Sometimes moisture is already present in a crawl space because of groundwater leaking...

0 0
10

Michael Geoghegan is designing a house for a mixed, humid climate and he plans on using an insulated crawl space.

Advanced Energy, a regional energy consulting firm, has published a report on crawl spaces which suggests a dehumidifier can be used as an alternative to providing code-required supply air to condition a crawl space. "I'm a little bit concerned about cold floors in the winter time with this method," Geoghegan writes in a Q&A post at GreenBuildingAdvisor. "Does anyone have any experience here?"

Detailing crawl spaces correctly isn't simple. A recent Q&A Spotlight focused on methods for insulating a crawl space, and Geoghegan's question — "What's the best way of ventilating a sealed crawl space?" — raises overlapping concerns.

In this Q&A Spotlight, the discussion quickly turns to a broader issue: Are crawl spaces a good idea in the first place? Although they are common in the southeastern part of the U.S., they are rarely used in the Northeast, where...

0 0
11

Get an INSTANT, detailed estimate of the cost to Insulate a Crawl Space! Our free calculator uses up-to-date, trusted data to estimate typical subcontractor costs for a Crawl Space Insulation project. For a basic 250 square feet project in zip code 47474, the benchmark cost to Insulate a Crawl Space ranges between $1.08 - $2.47 per square foot* .

To estimate costs for your project:

1. Set Project Zip Code Enter the Zip Code for the location where labor is hired and materials purchased.

2. Specify Project Size Enter the number of "square feet" required for the project.

3. Re-calculate Click the "Update" button.

NOTE: *Input the total of the finished surface area AND the area of any openings enclosed by the finished area.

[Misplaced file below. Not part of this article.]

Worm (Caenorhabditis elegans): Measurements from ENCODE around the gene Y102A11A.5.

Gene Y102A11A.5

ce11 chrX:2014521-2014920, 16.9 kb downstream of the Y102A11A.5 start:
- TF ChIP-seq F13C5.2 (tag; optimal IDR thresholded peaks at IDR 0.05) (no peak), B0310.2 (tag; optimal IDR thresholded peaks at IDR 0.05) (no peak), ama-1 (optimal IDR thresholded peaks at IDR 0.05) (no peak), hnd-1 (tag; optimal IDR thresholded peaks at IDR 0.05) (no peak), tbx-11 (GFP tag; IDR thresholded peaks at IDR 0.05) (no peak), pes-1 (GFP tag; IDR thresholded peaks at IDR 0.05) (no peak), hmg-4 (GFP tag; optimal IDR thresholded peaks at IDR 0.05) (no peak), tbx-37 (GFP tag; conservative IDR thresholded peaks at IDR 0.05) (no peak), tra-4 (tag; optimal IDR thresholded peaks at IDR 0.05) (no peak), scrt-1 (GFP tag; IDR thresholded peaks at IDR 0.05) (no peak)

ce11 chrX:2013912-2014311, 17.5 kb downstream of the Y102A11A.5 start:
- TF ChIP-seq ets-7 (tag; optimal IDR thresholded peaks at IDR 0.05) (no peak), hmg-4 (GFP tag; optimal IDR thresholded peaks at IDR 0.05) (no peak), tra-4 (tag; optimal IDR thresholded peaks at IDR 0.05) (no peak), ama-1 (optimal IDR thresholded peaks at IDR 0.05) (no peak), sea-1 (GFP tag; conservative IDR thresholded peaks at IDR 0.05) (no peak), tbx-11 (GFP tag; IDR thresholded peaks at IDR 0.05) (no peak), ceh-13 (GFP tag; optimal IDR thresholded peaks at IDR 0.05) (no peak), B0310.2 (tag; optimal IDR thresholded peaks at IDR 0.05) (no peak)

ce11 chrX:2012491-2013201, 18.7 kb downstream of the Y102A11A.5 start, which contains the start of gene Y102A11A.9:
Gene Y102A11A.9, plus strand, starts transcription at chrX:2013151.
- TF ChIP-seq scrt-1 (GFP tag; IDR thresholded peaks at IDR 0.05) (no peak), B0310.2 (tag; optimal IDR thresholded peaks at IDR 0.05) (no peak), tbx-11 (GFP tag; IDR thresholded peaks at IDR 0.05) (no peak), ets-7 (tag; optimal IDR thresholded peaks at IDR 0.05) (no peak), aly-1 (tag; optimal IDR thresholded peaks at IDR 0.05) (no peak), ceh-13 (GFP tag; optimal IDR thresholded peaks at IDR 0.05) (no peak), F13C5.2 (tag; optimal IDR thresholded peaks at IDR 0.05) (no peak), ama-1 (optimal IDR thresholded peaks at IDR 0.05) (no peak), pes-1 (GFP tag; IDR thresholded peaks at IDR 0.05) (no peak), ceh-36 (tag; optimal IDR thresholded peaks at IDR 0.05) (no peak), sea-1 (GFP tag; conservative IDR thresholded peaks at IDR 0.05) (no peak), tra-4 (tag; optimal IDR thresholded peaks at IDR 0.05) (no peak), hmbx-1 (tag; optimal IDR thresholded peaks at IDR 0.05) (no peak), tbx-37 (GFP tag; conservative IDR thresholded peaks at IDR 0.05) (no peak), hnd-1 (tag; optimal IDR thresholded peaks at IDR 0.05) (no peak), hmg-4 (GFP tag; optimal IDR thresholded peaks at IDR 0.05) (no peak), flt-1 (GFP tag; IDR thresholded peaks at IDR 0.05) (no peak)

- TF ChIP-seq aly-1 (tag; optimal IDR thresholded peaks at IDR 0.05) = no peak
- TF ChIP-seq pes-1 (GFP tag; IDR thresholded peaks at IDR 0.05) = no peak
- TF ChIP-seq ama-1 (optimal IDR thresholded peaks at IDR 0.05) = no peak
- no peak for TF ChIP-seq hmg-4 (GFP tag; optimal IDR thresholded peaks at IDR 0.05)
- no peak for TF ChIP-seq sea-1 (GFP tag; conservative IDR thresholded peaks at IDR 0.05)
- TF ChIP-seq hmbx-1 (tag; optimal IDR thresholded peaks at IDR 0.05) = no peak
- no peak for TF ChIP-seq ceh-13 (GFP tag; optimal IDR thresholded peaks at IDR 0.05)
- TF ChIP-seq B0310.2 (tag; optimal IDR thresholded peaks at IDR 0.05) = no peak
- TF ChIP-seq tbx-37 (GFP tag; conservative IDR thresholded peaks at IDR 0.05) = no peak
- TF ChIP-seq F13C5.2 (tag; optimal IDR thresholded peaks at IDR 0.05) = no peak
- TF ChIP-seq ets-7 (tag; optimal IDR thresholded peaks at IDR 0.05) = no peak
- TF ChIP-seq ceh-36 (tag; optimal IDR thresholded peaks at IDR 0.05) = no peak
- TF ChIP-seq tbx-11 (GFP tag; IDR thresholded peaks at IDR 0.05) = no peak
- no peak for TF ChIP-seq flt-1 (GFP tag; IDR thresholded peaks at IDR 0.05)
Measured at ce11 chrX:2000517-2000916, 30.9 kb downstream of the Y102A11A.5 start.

...
0 0
12

InspectAPedia tolerates no conflicts of interest. We have no relationship with advertisers, products, or services discussed at this website.

This article lists potentially dangerous or un-healthy conditions that should be evaluated by an inspector or worker who is expected to enter, inspect, or work in a crawl space anywhere in a building. The crawl space shown in our page top photo was in our opinion not a readily accessible area. This decision is made by the inspector on the scene, not by anyone else.

Green links show where you are. © Copyright 2015 InspectApedia.com, All Rights Reserved.

Crawl Space Safety for Home Inspectors

Is the crawl space safely accessible, or accessible at all?

A number of conditions besides the old saw "accessibility" or size of the crawl space opening should be considered carefully by the home inspector, electrical inspector, or anyone who is deciding if it is safe to enter an crawl area anywhere in a...

0 0
13
Question: How do I select the correct UnderAire™ Crawl Space Ventilator model for my crawl space? Answer: Calculate the cubic area of the crawl space by multiplying the length Ч width Ч height. Divide this number by 15 to determine the minimum CFM necessary to fully ventilate the space in 15 minutes. Example: 20’ wide Ч 40’ long Ч 3’ high crawl space = 2400 cubic ft. 2400 cubic ft. ч 15 = 160 CFM of ventilation. Choose two V1 or V1D ventilators or one V2D ventilator. Question: Where should I mount the UnderAire™ Crawl Space Ventilator? Answer: Crawl Spaces are usually square, rectangular or L shaped. The UnderAire™ Crawl Space Ventilator should be installed to provide complete ventilation. As air is being vented out of the crawl space, air will be entering in from a foundation vent on the opposite side of the crawl space. The UnderAire™ exhausts stagnant air from the crawl...
0 0
14
There are many today who advocate sealing a crawl space. Even ignoring the very high
cost of such a project, there are serious problems with such a strategy.But the real question
is

“Should You Even Have a Vapor Barrier on The Ground?”

Nearly every home with a crawl space has a vapor barrier on the ground, but is this really
the best methodology? Some moisture inevitably comes from the ground, but most of the
moisture is airborne. To help with this moisture problem the building code has specified a
certain number of passive vents or mechanical (fans) vents for crawl spaces, but there are